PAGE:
Here are just two noteworthy facts:

●The state with the highest percentage of LGBT couples raising children is Mississippi, and

●Due to inequitable laws, particularly the so-called Defense of Marriage Act, the extra financial burden over 18 years for LGBT couples raising children is more than $219,000.

As part of the report’s release, I moderated a panel discussion about its particulars. Jennifer Chrisler, executive director of the Family Equality Council, talked about the impact of disparate state laws on LGBT-headed households. Bryan Samuels, commissioner of the Administration on Children, Youth and Families, which is part of the Department of Health and Human Services, discussed the Obama administration’s efforts to bring about equity in areas where it has control. But it was the comments of the Rev. Dennis W. Wiley of the Covenant Baptist United Church of Christ here in Washington — on whether homosexuality is a choice and the definition of family — that produced some of the most memorable and thoughtful comments.

Dr. Wiley is no joke. He graduated from Harvard University magna cum laude. He received the Master of Divinity cum laude from Howard University. And he has a Master of Philosophy and Doctor of Philosophy degrees from the Union Theological Seminary in New York. Given that pedigree, I felt perfectly comfortable putting him on the spot. How harmful is the notion espoused by a certain presidential candidate that homosexuality is a choice, and how harmful is religion-based bigotry and the role it plays in the stigma and unfairness documented in “All Children Matter”?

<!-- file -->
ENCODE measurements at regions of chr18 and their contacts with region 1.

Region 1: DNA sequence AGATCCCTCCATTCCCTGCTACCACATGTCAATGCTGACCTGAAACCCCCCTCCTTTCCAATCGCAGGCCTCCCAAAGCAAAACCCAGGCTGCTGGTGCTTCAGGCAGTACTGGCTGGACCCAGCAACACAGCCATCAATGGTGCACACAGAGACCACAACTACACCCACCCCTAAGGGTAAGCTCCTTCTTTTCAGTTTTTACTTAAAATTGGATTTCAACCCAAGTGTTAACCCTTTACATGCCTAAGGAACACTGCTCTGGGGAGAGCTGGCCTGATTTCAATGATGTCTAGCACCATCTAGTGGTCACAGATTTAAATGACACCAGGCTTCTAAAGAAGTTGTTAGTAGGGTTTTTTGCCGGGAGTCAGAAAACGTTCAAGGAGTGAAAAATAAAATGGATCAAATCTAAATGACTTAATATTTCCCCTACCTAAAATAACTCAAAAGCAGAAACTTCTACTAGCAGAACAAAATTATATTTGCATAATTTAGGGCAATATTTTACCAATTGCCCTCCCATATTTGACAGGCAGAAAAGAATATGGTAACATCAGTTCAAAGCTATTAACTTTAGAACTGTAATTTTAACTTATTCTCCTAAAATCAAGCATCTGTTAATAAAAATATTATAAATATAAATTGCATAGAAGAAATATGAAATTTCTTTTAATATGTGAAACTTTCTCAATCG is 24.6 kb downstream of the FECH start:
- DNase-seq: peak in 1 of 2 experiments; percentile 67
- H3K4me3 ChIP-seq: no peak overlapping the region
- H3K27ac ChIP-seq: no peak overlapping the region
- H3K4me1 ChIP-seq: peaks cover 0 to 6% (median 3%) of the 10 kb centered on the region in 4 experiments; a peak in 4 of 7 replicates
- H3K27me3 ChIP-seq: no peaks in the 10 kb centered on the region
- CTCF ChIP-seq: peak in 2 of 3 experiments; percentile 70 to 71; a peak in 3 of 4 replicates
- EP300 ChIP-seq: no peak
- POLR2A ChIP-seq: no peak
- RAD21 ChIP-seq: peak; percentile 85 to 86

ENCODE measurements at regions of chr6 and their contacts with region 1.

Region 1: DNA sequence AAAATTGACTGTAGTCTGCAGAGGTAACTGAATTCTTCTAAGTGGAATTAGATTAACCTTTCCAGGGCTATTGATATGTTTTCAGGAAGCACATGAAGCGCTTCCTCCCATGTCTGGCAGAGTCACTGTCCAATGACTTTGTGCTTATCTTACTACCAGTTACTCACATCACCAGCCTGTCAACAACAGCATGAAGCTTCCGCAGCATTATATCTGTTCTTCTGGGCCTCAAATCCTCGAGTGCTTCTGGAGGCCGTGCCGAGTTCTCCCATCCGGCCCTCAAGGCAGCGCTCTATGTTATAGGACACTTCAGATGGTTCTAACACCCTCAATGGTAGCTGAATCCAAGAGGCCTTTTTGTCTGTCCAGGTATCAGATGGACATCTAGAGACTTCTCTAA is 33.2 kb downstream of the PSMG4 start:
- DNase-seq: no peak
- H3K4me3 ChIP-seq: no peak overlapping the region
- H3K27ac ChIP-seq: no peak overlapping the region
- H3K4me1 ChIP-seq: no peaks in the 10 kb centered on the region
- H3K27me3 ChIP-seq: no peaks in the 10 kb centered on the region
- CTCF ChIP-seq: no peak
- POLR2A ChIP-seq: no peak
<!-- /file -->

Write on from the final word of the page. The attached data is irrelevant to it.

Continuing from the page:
….I think it’s extremely harmful in the religious community. It has a tendency to reinforce the notion that some people have that the homosexual lifestyle or the homosexual orientation is a sin because they equate being able to choose it with it being something that is a sin....That’s what we have tackled in our own place. Trying to help our congregation understand that God blessed us with a rich diversity of humanity. And difference does not mean deficient. Difference does not mean inferior.

And especially those of us who have been the victims of other forms of oppression. I grew up in the segregated South, so I know something about oppression and discrimination. And it seems to me that we ought to be the last ones in the world that would then want to visit discrimination upon somebody else....I think [the notion of homosexuality is a choice] overlooks the humanity, the dignity and the authenticity of people who are trying to live their lives genuinely without perpetuating a lie....I think that there enough scientific studies, enough other kinds of studies . . .all have said that this is not a choice, it’s not a sickness...

The second part of your question, just the whole atmosphere and culture of bias. I tell you, I’m a product of the church. I’m a product of the black Baptist Church. But, I tell you, I have never seen such hostility, such animosity, such hatred, such venom all in the name of God, all in the name of Jesus that is visited upon people who take a view that the God we serve is a God of Justice, a God of liberation, a God of freedom, a God of equality and that all God’s children deserve to be treated with the respect and the dignity that I believe that God has created for all of us.

Wiley on LGBT parents